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Int J Sports Physiol Perform. 2015 May;10(4):528-34. doi: 10.1123/ijspp.2014-0196. Epub 2014 Oct 29.

Cardiac parasympathetic activity and race performance: an elite triathlete case study.

Author information

1
School of Human Movement and Nutrition Sciences, University of Queensland, Brisbane, Australia.

Abstract

The authors examined whether changes in heart-rate (HR) variability (HRV) could consistently track adaptation to training and race performance during a 32-wk competitive season. An elite male long-course triathlete recorded resting HR (RHR) each morning, and vagal-related indices of HRV (natural logarithm of the square root of mean squared differences of successive R-R intervals [ln rMSSD] and the ratio of ln rMSSD to R-R interval length [ln rMSSD:RR]) were assessed. Daily training load was quantified using a power meter and wrist-top GPS device. Trends in HRV indices and training load were examined by calculating standardized differences (ES). The following trends in week-to-week changes were consistently observed: (1) When the triathlete was coping with a training block, RHR decreased (ES -0.38 [90% confidence limits -0.05;-0.72]) and ln rMSSD increased (+0.36 [0.71;0.00]). (2) When the triathlete was not coping, RHR increased (+0.65 [1.29;0.00]) and ln rMSSD decreased (-0.60 [0.00;-1.20]). (3) Optimal competition performance was associated with moderate decreases in ln rMSSD (-0.86 [-0.76;-0.95]) and ln rMSSD:RR (-0.90 [-0.60;-1.20]) in the week before competition. (4) Suboptimal competition performance was associated with small decreases in ln rMSSD (-0.25 [-0.76;-0.95]) and trivial changes in ln rMSSD:RR (-0.04 [0.50;-0.57]) in the week before competition. To conclude, in this triathlete, a decrease in RHR concurrent with increased ln rMSSD compared with the previous week consistently appears indicative of positive training adaptation during a training block. A simultaneous reduction in ln rMSSD and ln rMSSD:RR during the final week preceding competition appears consistently indicative of optimal performance.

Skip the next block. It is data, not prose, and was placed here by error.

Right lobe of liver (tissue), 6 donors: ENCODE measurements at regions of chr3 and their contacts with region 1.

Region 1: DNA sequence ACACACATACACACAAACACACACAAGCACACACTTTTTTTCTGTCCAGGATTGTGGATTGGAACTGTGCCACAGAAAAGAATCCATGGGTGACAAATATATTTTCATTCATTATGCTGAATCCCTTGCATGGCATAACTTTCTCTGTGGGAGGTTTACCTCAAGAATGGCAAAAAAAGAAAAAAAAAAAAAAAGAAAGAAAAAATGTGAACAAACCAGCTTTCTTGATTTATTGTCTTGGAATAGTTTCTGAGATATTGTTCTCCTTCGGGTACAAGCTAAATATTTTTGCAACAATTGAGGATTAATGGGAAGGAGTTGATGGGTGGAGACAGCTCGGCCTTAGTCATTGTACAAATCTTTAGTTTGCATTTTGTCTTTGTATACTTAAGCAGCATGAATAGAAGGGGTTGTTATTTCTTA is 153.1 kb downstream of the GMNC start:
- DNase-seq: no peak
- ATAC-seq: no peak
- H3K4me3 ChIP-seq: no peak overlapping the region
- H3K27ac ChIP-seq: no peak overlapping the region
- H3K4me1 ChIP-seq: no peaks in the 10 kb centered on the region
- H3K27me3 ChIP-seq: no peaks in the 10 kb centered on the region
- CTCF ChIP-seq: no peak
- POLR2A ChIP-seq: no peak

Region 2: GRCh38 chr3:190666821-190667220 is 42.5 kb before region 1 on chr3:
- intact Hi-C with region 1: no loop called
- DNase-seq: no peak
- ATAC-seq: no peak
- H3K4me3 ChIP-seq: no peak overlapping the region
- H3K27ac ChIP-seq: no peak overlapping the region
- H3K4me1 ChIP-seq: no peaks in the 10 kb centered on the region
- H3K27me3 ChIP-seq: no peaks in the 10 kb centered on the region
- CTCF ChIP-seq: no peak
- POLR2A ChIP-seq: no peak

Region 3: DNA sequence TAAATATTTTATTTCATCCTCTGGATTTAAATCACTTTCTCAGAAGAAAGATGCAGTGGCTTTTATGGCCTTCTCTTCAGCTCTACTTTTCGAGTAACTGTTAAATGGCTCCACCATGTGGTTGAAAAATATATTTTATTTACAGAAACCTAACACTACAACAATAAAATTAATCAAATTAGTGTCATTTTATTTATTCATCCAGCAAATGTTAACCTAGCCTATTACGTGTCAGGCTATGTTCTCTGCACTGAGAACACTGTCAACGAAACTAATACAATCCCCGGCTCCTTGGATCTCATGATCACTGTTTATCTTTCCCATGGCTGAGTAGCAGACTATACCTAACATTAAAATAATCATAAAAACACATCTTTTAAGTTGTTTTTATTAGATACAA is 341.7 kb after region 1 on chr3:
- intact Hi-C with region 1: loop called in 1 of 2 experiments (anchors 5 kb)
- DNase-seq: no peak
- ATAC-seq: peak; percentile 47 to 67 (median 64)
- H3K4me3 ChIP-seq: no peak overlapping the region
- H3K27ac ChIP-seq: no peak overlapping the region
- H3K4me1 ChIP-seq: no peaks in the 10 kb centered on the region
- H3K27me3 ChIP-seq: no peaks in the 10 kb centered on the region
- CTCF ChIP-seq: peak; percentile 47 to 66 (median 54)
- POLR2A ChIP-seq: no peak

PMID:
25365157
DOI:
10.1123/ijspp.2014-0196
[Indexed for MEDLINE]

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